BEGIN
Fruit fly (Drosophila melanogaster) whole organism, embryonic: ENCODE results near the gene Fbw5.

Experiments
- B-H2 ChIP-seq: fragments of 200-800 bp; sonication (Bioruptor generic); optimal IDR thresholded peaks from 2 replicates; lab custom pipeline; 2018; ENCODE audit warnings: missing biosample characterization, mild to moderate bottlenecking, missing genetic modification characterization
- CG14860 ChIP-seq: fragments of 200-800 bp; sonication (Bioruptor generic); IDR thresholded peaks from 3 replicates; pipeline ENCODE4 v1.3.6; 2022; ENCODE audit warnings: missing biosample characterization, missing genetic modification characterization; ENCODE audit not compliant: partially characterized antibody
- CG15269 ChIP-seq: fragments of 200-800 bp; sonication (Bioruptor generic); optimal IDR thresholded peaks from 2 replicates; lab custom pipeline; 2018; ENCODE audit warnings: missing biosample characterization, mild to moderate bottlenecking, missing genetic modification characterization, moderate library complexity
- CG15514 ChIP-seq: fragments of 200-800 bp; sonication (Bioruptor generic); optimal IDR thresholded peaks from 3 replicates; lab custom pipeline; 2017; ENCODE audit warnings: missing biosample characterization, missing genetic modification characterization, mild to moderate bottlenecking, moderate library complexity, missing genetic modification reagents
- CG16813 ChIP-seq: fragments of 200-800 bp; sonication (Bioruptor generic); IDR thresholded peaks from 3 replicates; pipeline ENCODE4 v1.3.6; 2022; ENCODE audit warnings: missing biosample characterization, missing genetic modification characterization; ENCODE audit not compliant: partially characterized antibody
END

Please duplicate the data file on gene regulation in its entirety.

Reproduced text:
Fruit fly (Drosophila melanogaster) whole organism, embryonic: ENCODE results near the gene Fbw5.

Experiments
- B-H2 ChIP-seq: fragments of 200-800 bp; sonication (Bioruptor generic); optimal IDR thresholded peaks from 2 replicates; lab custom pipeline; 2018; ENCODE audit warnings: missing biosample characterization, mild to moderate bottlenecking, missing genetic modification characterization
- CG14860 ChIP-seq: fragments of 200-800 bp; sonication (Bioruptor generic); IDR thresholded peaks from 3 replicates; pipeline ENCODE4 v1.3.6; 2022; ENCODE audit warnings: missing biosample characterization, missing genetic modification characterization; ENCODE audit not compliant: partially characterized antibody
- CG15269 ChIP-seq: fragments of 200-800 bp; sonication (Bioruptor generic); optimal IDR thresholded peaks from 2 replicates; lab custom pipeline; 2018; ENCODE audit warnings: missing biosample characterization, mild to moderate bottlenecking, missing genetic modification characterization, moderate library complexity
- CG15514 ChIP-seq: fragments of 200-800 bp; sonication (Bioruptor generic); optimal IDR thresholded peaks from 3 replicates; lab custom pipeline; 2017; ENCODE audit warnings: missing biosample characterization, missing genetic modification characterization, mild to moderate bottlenecking, moderate library complexity, missing genetic modification reagents
- CG16813 ChIP-seq: fragments of 200-800 bp; sonication (Bioruptor generic); IDR thresholded peaks from 3 replicates; pipeline ENCODE4 v1.3.6; 2022; ENCODE audit warnings: missing biosample characterization, missing genetic modification characterization; ENCODE audit not compliant: partially characterized antibody